Tuesday , September 25 2018

Pound could go from bad to worse as May drama dominates mood

epa05875316 Newly issued 12-sided 1 pound coins are pictured in London, Britain, 28 March 2017. The 12-sided coin is the first change to the shape of the One Pound coin since its introduction in 1983. Britain's finance ministry said the new coin would be 'the most secure of its kind in the world' to prevent a rise in counterfeits. The old coins will cease to be legal tender on October 15.  EPA/HANNAH MCKAY


There may be no respite for the pound after its worst weekly performance in a year.
Sterling fell almost 3 percent last week, after a chaotic Conservative party conference cast the premiership of Theresa May in doubt. With political intrigue set to continue, the Brexit talks restarting and manufacturing data due, strategists anticipate another volatile week and investors in the options market have turned bearish. Meanwhile, May could be planning an overhaul of her team of top ministers soon, the Sunday Times reported.
“Theresa May’s position as prime minister is clearly foremost in the market’s mind,” said Jane Foley, Rabobank’s head of currency strategy.
“If she goes, investors are going to be fearful that’s
going to open up a catalog of events which will lead to a Labour government.”
Theresa May told reporters that she had the “full support” of her cabinet. Although ex-Tory party chairman Grant Shapps said 30 members of the party were willing to sign a letter calling for her to resign, this falls short of the 48 signatures needed to launch a leadership challenge.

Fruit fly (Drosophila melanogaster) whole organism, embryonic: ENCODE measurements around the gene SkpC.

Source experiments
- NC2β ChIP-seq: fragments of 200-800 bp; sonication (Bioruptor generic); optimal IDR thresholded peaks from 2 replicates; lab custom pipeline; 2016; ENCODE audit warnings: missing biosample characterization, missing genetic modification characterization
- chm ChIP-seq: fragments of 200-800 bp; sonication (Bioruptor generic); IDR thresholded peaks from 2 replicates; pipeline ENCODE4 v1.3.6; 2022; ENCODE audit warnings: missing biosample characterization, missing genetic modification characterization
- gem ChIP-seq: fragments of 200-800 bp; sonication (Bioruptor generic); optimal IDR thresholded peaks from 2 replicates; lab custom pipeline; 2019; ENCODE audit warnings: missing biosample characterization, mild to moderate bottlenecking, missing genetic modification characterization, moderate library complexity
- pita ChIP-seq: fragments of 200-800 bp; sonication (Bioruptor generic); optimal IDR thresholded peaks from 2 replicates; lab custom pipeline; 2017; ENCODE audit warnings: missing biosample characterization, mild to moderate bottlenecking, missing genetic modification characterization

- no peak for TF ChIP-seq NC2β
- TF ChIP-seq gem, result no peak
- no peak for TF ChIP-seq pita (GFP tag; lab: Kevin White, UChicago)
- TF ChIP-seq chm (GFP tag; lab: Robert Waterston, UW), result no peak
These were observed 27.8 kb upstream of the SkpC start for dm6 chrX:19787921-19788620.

May will reshuffle her cabinet after an October 19-20 summit in Brussels, the Sunday Times reported, citing unidentified party sources.
Sterling will “recover its latest Tory-related losses should May cling on and domestic political risks meaningfully ease,” said Viraj Patel, a currency strategist at ING Groep NV.
With Brexit talks due to start again this week, one-week volatility on the pound is higher than one- and three-month gauges. That suggests investors see more dramatic moves for sterling in the near term. Meanwhile, one-week risk reversals have turned bearish on the currency. The market will also be awaiting any further clarity on the Bank of England’s thinking, having priced in an interest-rate hike in November. This week’s data will provide investors with the latest evidence of both how likely the bank is to tighten policy, said Foley.

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